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Phoenix firefighters sent home after hot rescues, ask hikers to think twice before hitting trails

Posted at 10:24 PM, Jun 17, 2021
and last updated 2021-06-18 01:24:34-04

PHOENIX — After a week of mountain rescues that sent nearly one dozen firefighters home for health reasons, the Phoenix Fire Department is turning responsibility over to the very people they save.

On Monday, the Phoenix Fire Department rescued six hikers from Camelback and Piestewa Peak Mountains. Two days later, on Wednesday, three rescue calls were answered in extreme heat, resulting in the fire department sending nine firefighters home due to health reasons. Two of them ended up in the hospital, but have since been released.

"They weren't even halfway done with their shift," said Phoenix Fire Department Public Information Officer Todd Keller. "You’re putting yourself at risk and you’re also putting the technical rescue teams at risk."

Technical Rescue teams carry more than 25 pounds of gear up to a mountain to the hiker for every rescue.

"My task is to carry medical gear, that’s about another 25 pounds and a backpack that carrying up also," said Firefighters Adam Skiver. "Apart from hiking the mountain and doing mountain rescues we have to run on car accidents and house fires."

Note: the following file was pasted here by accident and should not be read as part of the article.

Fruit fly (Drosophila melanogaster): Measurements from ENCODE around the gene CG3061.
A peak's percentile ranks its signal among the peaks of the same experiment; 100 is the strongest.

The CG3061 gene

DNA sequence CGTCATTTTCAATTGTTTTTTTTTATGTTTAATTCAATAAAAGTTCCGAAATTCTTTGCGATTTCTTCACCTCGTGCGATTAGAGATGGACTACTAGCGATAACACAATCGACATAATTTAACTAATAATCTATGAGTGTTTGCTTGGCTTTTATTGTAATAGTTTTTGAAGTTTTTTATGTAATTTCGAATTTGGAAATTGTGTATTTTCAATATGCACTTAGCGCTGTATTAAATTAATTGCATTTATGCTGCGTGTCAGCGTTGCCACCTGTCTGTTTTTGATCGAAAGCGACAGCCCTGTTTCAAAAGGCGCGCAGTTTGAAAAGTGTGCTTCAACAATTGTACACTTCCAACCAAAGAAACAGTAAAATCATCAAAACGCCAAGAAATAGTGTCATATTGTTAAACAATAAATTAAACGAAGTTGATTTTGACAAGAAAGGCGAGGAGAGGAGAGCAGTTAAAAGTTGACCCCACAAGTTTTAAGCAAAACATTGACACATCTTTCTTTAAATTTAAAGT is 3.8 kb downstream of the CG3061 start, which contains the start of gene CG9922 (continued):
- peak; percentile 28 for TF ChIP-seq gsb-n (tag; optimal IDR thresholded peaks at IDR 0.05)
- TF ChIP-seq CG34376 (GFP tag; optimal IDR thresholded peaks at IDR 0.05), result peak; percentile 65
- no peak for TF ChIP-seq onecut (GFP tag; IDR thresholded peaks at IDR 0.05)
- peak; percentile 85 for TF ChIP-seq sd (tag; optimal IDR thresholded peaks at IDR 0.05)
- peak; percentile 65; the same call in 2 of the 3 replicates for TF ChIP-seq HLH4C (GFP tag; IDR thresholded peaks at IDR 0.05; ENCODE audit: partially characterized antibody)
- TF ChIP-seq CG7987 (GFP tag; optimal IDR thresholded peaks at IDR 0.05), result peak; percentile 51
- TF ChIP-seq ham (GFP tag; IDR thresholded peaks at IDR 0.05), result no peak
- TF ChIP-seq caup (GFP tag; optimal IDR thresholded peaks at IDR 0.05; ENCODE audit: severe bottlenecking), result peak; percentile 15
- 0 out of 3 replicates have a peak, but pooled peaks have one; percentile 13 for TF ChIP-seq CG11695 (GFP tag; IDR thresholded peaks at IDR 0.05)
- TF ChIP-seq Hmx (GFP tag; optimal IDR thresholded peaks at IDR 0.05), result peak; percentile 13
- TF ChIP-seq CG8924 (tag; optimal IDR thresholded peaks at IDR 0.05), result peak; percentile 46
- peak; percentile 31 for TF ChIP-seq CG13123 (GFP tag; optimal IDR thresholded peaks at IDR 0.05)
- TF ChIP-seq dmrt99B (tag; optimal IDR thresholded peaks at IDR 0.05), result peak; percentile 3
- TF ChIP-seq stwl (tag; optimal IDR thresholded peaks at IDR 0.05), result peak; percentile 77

In an address on social media Thursday, the Phoenix fire department asked hikers to be responsible and avoid hiking in extreme heat.

"We encourage you to enjoy all the hikes that the City of Phoenix has to offer, but we also encourage you to think twice before hiking in triple-digit heat," said the Phoenix Fire Captain Kenny Overton. "We’re always thinking about your safety, and we’re hoping you’re thinking about ours too."

Still, with trail temperatures at Piestewa Peak exceeding 140 degrees, hikers were still showing up to climb, and even run, to the summit.

"I intentionally choose the hottest hours. That’s my thing," said Lee Thomason.

"[I] just like being outside no matter what time of year it is," said Scott Baarson. "They’re trained for it too. It’s just as likely someone getting hurt when the weather’s nice as when it’s not."

"Hiking the mountain multiple times a day, it takes a toll on the human body, it doesn’t matter who you are," said Skiver.

The Phoenix Fire hopes that a person’s need to hike in 1dangerous heat doesn’t lead to one of their own becomes seriously hurt, or worse.